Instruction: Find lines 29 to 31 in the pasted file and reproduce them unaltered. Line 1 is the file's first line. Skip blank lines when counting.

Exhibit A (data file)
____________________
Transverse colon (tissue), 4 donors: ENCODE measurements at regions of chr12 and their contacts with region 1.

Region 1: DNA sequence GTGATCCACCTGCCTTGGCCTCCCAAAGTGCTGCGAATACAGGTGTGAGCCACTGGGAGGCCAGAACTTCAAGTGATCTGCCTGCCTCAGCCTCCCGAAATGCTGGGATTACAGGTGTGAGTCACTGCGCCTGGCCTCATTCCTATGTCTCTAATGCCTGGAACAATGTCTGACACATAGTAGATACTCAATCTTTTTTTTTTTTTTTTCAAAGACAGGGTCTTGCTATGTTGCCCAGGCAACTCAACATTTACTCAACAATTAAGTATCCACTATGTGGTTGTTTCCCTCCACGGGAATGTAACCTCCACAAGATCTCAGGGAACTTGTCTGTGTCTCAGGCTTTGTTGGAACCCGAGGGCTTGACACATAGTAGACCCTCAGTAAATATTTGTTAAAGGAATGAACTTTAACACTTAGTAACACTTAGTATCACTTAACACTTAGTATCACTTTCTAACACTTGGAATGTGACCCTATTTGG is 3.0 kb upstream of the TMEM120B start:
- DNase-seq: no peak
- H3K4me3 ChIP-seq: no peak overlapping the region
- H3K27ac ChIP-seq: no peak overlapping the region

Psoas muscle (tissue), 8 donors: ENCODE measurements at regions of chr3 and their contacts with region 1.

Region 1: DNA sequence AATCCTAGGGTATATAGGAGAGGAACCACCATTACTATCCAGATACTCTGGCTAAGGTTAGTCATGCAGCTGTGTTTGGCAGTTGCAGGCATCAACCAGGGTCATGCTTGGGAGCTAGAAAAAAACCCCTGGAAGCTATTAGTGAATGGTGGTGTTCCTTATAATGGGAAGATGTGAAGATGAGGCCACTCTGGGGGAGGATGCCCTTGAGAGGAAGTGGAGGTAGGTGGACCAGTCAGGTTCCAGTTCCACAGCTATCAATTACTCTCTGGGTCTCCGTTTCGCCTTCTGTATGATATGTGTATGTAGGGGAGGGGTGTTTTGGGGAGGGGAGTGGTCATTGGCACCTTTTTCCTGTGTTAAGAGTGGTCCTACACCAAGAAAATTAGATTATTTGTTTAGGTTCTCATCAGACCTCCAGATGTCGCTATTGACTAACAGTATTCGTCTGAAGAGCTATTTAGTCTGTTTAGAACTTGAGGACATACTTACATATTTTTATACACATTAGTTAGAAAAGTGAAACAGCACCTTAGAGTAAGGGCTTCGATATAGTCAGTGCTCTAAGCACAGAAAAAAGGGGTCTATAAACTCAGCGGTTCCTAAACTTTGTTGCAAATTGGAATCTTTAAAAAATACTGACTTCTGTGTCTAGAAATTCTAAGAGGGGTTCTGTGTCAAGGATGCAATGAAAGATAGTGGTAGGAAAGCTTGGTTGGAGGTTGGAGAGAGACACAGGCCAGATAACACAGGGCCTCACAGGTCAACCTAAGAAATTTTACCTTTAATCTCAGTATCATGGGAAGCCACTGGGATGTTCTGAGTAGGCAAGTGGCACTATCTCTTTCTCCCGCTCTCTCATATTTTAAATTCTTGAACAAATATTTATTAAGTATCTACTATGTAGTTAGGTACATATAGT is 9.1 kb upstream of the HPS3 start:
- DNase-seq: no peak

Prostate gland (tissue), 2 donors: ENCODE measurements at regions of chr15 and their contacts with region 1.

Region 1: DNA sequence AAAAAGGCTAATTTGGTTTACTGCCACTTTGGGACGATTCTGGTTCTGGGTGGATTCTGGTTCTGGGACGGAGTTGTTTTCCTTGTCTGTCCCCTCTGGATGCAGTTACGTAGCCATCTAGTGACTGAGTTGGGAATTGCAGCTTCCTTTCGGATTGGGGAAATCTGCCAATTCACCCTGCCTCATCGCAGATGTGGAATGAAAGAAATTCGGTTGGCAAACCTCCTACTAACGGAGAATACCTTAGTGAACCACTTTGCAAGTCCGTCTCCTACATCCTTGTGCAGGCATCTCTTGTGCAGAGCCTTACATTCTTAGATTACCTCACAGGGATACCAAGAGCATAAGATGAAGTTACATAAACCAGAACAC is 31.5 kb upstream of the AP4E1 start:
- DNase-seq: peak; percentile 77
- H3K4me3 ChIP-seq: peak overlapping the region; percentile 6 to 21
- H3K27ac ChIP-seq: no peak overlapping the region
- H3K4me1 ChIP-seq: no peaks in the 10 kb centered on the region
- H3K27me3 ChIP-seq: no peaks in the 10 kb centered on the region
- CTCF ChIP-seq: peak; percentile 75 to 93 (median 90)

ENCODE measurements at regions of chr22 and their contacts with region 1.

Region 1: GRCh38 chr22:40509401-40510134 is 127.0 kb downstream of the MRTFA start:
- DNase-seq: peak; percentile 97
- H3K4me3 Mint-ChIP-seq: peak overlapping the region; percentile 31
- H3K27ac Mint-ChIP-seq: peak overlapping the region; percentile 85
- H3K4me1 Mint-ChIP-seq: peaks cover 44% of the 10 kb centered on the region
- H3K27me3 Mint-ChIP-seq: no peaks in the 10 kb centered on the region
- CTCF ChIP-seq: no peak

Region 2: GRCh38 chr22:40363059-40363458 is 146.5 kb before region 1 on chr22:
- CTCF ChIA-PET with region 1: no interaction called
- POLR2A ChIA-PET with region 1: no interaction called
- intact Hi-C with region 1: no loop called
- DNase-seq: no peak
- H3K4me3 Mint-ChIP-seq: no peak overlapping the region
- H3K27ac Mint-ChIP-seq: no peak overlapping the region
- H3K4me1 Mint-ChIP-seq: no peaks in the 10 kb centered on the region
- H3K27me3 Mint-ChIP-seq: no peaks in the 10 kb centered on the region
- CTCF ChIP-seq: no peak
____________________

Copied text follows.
- DNase-seq: no peak
- H3K4me3 Mint-ChIP-seq: no peak overlapping the region
- H3K27ac Mint-ChIP-seq: no peak overlapping the region